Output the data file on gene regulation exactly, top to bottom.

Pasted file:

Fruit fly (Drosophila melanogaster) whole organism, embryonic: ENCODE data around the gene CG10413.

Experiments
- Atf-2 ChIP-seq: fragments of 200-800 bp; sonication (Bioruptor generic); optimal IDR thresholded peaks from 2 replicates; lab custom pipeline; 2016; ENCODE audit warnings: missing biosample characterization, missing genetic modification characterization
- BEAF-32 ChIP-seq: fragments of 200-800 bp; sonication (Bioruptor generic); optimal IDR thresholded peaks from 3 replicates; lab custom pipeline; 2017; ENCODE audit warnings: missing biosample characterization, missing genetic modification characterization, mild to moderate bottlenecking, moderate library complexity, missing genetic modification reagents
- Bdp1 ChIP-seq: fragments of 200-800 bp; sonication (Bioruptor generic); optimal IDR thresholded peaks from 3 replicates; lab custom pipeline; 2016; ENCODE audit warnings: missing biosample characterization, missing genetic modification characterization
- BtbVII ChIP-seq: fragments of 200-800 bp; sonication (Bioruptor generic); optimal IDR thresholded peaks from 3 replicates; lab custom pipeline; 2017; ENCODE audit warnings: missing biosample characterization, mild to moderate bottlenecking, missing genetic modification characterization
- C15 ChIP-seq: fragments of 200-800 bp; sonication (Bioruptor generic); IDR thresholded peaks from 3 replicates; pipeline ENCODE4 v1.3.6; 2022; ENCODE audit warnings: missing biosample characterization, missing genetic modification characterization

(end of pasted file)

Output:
Fruit fly (Drosophila melanogaster) whole organism, embryonic: ENCODE data around the gene CG10413.

Experiments
- Atf-2 ChIP-seq: fragments of 200-800 bp; sonication (Bioruptor generic); optimal IDR thresholded peaks from 2 replicates; lab custom pipeline; 2016; ENCODE audit warnings: missing biosample characterization, missing genetic modification characterization
- BEAF-32 ChIP-seq: fragments of 200-800 bp; sonication (Bioruptor generic); optimal IDR thresholded peaks from 3 replicates; lab custom pipeline; 2017; ENCODE audit warnings: missing biosample characterization, missing genetic modification characterization, mild to moderate bottlenecking, moderate library complexity, missing genetic modification reagents
- Bdp1 ChIP-seq: fragments of 200-800 bp; sonication (Bioruptor generic); optimal IDR thresholded peaks from 3 replicates; lab custom pipeline; 2016; ENCODE audit warnings: missing biosample characterization, missing genetic modification characterization
- BtbVII ChIP-seq: fragments of 200-800 bp; sonication (Bioruptor generic); optimal IDR thresholded peaks from 3 replicates; lab custom pipeline; 2017; ENCODE audit warnings: missing biosample characterization, mild to moderate bottlenecking, missing genetic modification characterization
- C15 ChIP-seq: fragments of 200-800 bp; sonication (Bioruptor generic); IDR thresholded peaks from 3 replicates; pipeline ENCODE4 v1.3.6; 2022; ENCODE audit warnings: missing biosample characterization, missing genetic modification characterization